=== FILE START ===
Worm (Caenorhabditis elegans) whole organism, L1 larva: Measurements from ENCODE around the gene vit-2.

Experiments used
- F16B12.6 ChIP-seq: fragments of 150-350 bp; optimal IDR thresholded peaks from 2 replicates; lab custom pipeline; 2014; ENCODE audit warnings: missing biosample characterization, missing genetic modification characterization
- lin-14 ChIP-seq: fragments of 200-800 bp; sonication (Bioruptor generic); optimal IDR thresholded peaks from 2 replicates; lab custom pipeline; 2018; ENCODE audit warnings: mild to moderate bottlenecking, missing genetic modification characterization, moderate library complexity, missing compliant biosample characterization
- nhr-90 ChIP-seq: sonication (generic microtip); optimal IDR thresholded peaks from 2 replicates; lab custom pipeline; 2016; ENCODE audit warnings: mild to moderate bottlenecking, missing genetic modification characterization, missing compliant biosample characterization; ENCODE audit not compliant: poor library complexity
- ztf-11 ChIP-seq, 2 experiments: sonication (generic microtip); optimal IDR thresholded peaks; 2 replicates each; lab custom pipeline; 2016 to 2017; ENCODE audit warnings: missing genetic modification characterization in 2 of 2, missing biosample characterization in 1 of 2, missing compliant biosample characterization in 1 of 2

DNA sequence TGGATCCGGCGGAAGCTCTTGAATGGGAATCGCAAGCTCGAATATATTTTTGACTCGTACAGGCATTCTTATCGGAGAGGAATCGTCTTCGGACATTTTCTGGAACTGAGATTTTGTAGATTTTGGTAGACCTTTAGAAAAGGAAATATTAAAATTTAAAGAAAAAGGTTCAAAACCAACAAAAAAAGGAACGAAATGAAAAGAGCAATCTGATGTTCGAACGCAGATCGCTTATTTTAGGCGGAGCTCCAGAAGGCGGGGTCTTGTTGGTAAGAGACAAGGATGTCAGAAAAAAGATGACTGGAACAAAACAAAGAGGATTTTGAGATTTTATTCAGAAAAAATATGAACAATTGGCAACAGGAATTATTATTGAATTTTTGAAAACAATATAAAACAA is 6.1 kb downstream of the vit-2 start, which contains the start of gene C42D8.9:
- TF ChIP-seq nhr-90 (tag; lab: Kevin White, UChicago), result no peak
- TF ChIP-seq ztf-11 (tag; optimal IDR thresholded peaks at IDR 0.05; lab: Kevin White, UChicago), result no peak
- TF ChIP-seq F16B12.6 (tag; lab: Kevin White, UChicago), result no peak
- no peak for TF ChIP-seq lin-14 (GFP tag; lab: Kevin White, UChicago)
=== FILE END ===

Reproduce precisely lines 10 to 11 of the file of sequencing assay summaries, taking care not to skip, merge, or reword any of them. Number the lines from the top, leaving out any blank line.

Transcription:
- TF ChIP-seq F16B12.6 (tag; lab: Kevin White, UChicago), result no peak
- no peak for TF ChIP-seq lin-14 (GFP tag; lab: Kevin White, UChicago)